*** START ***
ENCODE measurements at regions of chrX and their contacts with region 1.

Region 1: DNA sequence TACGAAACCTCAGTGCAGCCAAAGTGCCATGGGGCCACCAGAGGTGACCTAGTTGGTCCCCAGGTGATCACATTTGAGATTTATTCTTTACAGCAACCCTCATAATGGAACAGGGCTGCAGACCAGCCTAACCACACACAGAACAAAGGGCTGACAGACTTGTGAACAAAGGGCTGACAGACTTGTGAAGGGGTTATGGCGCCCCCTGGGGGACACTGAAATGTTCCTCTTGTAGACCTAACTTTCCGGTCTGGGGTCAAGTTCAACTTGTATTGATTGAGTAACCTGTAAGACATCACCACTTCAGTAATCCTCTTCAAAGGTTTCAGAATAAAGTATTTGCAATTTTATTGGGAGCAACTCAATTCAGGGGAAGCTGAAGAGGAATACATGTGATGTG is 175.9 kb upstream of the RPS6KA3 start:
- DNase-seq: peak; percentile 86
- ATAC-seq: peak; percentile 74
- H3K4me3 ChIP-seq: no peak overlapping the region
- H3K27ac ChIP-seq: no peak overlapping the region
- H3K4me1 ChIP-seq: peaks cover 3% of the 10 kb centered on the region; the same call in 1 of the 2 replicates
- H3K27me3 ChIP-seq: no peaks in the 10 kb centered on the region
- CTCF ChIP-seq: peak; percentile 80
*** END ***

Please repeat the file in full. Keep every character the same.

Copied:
ENCODE measurements at regions of chrX and their contacts with region 1.

Region 1: DNA sequence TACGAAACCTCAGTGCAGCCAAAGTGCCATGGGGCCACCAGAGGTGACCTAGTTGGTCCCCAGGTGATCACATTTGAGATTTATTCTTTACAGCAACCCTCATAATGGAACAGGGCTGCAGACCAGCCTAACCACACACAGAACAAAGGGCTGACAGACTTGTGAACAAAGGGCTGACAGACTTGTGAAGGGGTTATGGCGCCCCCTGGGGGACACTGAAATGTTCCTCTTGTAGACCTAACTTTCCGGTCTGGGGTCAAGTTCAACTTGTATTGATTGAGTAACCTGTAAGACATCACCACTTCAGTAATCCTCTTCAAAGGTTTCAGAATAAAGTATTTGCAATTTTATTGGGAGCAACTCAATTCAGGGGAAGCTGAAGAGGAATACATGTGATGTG is 175.9 kb upstream of the RPS6KA3 start:
- DNase-seq: peak; percentile 86
- ATAC-seq: peak; percentile 74
- H3K4me3 ChIP-seq: no peak overlapping the region
- H3K27ac ChIP-seq: no peak overlapping the region
- H3K4me1 ChIP-seq: peaks cover 3% of the 10 kb centered on the region; the same call in 1 of the 2 replicates
- H3K27me3 ChIP-seq: no peaks in the 10 kb centered on the region
- CTCF ChIP-seq: peak; percentile 80